SDA Did Business with an Unincorporated Company

Peskara Services Cooperative was erased from the register of companies in 2005, but SDA’s Sarajevo Canton Board continued to contract students for odd jobs via Peskara until 2008.

The Party of Democratic Action (SDA) paid gofers, drivers, coffee caterers, and students via Peskara Cooperative for three years after the Sarajevo Municipal Court erased the firm from the register. Central Election Commission (CIK) auditors determined that the party paid all of Peskara’s bills in 2008, but was not authorized to track the money to determine whether or not it was transferred to the employees.

Reporters from the Center for Investigative Reporting in Sarajevo (CIN) found discrepancies between the amounts that SDA wired to Peskara’s accounts and statements from people who were supposed to receive salaries.

This year CIK auditors revisited the 2008 books of the Sarajevo Canton Board of SDA and found that Peskara furnished the party with 13 invoices totaling 57,321 KM, which SDA paid in full.

The head of CIK’s Auditing Department Hasida Gušić said the party failed to account for expenses stemming from its business relation with Peskara, even though it was bound to, considering the amount of money involved.

CIN established that in 2005 Peskara received a total of 67,990.65 KM. On SDAs’ financial statements for 2006 and 2007 it is unclear what money passed to the firm.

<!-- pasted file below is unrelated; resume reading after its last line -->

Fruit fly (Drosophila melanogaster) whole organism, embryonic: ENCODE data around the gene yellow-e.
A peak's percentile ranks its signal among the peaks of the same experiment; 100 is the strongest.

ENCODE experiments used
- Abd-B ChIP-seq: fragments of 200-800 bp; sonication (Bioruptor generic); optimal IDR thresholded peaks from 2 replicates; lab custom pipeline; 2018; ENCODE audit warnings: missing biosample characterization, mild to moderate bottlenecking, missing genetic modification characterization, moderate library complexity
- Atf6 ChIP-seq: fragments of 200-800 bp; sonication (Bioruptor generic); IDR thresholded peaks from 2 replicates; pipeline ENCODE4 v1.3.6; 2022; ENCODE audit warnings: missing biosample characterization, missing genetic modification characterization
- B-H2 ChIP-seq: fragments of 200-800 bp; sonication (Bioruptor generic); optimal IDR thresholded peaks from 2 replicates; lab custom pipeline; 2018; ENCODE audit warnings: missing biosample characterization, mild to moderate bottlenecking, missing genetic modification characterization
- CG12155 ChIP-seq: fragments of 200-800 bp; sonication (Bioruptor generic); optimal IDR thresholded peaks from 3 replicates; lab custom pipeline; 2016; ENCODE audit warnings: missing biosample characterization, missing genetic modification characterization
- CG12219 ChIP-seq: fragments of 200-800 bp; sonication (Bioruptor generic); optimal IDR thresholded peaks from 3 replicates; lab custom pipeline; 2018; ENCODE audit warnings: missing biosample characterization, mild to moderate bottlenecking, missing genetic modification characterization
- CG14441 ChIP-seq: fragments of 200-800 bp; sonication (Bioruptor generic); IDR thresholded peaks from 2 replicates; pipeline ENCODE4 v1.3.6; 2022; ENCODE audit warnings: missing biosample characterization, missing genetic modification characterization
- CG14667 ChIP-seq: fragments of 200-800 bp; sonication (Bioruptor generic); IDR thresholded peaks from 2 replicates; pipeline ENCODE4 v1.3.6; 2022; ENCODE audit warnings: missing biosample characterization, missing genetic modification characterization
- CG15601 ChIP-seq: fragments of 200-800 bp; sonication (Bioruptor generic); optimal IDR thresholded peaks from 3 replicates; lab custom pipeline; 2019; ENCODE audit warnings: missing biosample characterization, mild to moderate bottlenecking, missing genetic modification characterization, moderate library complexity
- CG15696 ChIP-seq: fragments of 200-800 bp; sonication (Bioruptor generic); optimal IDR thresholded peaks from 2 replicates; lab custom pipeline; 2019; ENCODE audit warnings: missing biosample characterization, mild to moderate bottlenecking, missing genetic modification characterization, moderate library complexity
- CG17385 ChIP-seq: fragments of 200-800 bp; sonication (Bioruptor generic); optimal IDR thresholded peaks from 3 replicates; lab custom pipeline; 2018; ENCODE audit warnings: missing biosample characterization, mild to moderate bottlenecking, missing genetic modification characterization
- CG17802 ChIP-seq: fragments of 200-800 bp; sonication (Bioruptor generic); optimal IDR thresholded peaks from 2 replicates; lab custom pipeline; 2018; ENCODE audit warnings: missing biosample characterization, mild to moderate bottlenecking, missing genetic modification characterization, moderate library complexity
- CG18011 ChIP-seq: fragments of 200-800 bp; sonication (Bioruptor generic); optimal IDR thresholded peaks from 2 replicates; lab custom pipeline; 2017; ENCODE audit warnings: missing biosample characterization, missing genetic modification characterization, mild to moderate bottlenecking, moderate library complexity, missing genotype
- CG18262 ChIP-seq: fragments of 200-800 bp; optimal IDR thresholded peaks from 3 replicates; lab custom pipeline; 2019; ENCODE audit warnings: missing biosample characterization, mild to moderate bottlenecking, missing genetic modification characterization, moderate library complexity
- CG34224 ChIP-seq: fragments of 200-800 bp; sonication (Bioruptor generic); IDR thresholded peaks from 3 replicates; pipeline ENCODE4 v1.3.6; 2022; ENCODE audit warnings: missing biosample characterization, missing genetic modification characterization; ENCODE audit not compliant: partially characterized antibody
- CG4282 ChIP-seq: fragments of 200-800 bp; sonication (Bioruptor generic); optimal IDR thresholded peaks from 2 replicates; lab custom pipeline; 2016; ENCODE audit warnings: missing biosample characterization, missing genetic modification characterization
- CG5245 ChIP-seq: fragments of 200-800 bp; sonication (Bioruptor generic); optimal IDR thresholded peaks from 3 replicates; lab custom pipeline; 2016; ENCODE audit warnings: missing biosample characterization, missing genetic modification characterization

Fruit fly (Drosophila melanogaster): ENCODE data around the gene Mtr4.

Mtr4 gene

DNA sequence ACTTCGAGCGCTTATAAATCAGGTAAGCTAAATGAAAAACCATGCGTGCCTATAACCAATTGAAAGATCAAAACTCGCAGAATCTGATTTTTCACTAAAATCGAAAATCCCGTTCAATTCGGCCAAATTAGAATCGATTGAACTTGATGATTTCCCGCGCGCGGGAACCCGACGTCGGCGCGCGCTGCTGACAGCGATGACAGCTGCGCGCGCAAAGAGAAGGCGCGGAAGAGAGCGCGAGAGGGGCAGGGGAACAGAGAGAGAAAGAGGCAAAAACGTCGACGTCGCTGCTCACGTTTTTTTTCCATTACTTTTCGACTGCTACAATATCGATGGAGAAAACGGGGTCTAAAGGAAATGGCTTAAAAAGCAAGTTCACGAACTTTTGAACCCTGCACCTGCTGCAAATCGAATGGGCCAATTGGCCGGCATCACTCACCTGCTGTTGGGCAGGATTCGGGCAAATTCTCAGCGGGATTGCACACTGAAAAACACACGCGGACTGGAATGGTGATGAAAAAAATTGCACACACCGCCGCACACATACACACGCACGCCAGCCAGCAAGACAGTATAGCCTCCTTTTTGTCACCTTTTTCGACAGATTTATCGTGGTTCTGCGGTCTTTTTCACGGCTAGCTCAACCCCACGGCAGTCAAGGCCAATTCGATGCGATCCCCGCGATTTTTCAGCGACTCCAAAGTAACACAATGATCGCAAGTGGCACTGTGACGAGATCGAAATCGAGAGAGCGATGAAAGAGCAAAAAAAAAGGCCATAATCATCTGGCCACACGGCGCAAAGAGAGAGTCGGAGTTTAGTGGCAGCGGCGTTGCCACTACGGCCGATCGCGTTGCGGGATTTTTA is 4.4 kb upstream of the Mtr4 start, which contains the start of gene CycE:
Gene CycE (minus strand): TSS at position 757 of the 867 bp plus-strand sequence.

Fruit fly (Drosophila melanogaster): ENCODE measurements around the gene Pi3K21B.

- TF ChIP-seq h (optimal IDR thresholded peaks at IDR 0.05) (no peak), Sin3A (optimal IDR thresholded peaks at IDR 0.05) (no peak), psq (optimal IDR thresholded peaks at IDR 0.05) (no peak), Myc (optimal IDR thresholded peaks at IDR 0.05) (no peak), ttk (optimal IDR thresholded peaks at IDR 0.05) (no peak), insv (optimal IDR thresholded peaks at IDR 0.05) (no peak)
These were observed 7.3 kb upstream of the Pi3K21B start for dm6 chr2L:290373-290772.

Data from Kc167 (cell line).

Gušić said that CIK auditors did not check if the money was delivered to the beneficiaries because they are not authorized to do so.

Party officials say that there is nothing controversial about their business dealings with Peskara, but SDA’s Secretary General Amir Zukić would not allow a CIN reporter to look over billing related to the cooperative. CIN nevertheless managed to get hold of part of the 2008 paperwork.

One of the Peskara notes dated Aug. 28, 2008, reads that students Edvin Hodo, Aida Šaban and Amir Telebećirević were to each receive 1,000 KM for 200 hours of work, and Azra Mrnđić 1,050 KM. The bill was sent the same day and SDA paid Peskara the stated amount. CIN reporters talked with Hodo and Šaban but the others were unavailable. Hodo said that he never received money from SDA, nor did he work for the party.